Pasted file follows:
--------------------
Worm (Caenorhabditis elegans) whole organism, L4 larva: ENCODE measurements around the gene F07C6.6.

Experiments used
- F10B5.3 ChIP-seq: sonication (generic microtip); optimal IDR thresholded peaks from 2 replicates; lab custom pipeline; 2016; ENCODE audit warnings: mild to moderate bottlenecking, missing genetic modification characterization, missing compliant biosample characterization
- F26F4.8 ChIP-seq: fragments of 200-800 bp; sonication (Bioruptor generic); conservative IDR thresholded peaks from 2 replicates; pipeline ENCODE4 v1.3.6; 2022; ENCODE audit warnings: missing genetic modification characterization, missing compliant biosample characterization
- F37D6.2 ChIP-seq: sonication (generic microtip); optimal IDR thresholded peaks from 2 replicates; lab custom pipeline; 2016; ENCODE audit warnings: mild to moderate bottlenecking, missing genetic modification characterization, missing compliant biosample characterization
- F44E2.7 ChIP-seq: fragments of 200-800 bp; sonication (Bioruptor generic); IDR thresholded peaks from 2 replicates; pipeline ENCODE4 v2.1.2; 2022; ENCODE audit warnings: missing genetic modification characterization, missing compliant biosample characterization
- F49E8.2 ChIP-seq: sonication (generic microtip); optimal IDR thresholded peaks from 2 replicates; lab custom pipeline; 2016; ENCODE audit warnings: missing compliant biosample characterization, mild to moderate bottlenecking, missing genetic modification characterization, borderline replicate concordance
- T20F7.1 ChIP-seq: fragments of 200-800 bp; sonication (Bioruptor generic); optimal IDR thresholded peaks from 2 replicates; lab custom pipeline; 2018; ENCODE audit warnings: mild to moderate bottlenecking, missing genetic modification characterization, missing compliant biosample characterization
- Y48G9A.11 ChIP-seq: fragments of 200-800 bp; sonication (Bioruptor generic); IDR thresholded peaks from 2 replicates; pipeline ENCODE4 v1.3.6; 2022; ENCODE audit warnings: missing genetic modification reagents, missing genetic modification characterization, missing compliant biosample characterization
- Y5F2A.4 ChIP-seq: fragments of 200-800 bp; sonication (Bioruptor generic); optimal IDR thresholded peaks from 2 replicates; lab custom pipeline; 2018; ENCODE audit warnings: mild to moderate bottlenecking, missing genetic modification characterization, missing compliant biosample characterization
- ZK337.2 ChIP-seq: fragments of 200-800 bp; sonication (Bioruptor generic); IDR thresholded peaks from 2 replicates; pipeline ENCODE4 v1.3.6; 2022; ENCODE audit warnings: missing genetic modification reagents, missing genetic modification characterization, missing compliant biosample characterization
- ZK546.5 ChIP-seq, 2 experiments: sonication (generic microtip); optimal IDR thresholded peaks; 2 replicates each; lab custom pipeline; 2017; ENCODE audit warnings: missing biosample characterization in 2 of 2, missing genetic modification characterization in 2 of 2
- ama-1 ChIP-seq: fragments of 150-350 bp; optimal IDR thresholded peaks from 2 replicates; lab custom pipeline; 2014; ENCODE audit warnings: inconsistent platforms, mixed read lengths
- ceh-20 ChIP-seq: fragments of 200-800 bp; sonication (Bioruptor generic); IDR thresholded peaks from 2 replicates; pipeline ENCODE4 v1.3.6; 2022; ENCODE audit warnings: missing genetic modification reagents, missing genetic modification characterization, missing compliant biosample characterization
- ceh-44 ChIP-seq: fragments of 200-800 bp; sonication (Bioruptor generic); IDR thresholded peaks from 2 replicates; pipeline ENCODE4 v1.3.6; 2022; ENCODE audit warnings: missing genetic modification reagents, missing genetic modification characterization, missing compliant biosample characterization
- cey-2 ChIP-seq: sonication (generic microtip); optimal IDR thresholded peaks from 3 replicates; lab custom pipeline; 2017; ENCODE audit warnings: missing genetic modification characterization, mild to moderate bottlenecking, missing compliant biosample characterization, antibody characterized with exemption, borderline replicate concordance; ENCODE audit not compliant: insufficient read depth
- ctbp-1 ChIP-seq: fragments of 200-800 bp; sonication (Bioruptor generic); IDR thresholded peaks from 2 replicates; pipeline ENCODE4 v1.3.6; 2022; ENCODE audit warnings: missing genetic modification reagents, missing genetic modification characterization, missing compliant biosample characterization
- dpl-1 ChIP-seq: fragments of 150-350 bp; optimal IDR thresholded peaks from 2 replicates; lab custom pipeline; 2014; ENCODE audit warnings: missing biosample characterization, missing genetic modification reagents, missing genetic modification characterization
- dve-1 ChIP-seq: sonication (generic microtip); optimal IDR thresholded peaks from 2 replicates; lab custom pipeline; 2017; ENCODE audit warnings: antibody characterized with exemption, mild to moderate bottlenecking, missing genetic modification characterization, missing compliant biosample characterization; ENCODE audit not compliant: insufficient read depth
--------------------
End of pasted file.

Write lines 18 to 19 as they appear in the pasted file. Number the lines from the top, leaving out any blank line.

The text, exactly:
- dpl-1 ChIP-seq: fragments of 150-350 bp; optimal IDR thresholded peaks from 2 replicates; lab custom pipeline; 2014; ENCODE audit warnings: missing biosample characterization, missing genetic modification reagents, missing genetic modification characterization
- dve-1 ChIP-seq: sonication (generic microtip); optimal IDR thresholded peaks from 2 replicates; lab custom pipeline; 2017; ENCODE audit warnings: antibody characterized with exemption, mild to moderate bottlenecking, missing genetic modification characterization, missing compliant biosample characterization; ENCODE audit not compliant: insufficient read depth